1. The State of Nature results in a State of war.

2. Members in a State of War will be unhappy and inherently seek peace.

3. Peace leads to social contract, yet social contract will fail due to self-interest.

4. Self-interest can only be solved with an over seeing arbitrator—but an arbitrator alone won’t succeed due partiality and lack of authority.

5. The arbitrator then needs to become a governmental authority.

6. Deciding on which type of government is best has led him to the conclusion that an absolute monarchy is the only system that can have success.

7. The reason being that because every man is self-interested, by giving power to only one authority who has complete control of society is the best alternative. Because every man is evil, it is better to give up power to one individual, so that the evil in the society is limited.

John Locke’s theory directly opposes that of Hobbes. Locke’s view of the state of nature is a state of being where all men are created equal, and all men have the right to protect their life, freedom, and possessions. He believed that men were neither inherently evil nor good. Therefore, no one individual has any more right over another. For example, if a person commits a crime, the people have the right to punish him. If one man kills another man’s sheep, then the people have the right to kill one of his sheep—and that is justice not crime. Locke felt that man, even without civilization, will begin forming contracts and carry the importance of justice and equality.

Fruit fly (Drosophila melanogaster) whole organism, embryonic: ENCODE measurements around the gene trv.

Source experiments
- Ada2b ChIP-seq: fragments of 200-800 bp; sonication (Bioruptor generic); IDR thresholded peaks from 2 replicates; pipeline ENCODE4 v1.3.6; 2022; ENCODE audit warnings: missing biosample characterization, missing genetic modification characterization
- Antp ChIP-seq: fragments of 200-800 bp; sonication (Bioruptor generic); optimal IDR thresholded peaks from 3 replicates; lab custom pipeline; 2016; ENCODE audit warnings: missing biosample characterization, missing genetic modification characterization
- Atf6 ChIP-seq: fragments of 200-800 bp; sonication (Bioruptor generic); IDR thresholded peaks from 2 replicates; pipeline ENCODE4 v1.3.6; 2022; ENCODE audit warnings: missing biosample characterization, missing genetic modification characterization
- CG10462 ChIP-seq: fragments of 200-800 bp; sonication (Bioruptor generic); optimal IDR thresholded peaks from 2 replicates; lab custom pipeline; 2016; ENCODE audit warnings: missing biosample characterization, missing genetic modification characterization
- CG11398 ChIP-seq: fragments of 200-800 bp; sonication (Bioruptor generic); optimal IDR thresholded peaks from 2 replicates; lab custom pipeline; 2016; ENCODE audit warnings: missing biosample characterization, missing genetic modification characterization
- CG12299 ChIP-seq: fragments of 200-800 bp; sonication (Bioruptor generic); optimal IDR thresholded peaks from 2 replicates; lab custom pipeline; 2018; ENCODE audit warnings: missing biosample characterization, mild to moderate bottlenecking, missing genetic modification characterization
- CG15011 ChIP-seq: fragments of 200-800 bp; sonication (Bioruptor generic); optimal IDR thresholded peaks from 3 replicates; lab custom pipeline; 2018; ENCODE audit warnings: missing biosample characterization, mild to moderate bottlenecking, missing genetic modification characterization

Human beings decide to form a society out of the state of nature because there must be unity among men in order to protect one another. Locke says that men carry self-love, partiality towards friends and family, ill-natured intentions, passion, and revenge—all reasons that a society cannot govern itself. In order to uphold the basic rudimental values of nature, government is the only way to ensure and secure them.

The next question Locke answers is his postulation deciding the best form of government. He feels that men form a government under the rule of an individual that is selected by the people. The reason the authority must be selected is because for a government to work, voluntary relinquishment of certain rights must occur. Because of this act, no society would give up a right unless they felt it was a better trade-off. A democracy offers enough benefits for giving up some rights in order to gain security and justice.

The people for many reasons should choose the ruler. Besides offering a better end-result, it best represents the people’s ideas. Because the authority is also composed of members of that society, the interest of the betterment of the whole is always at hand.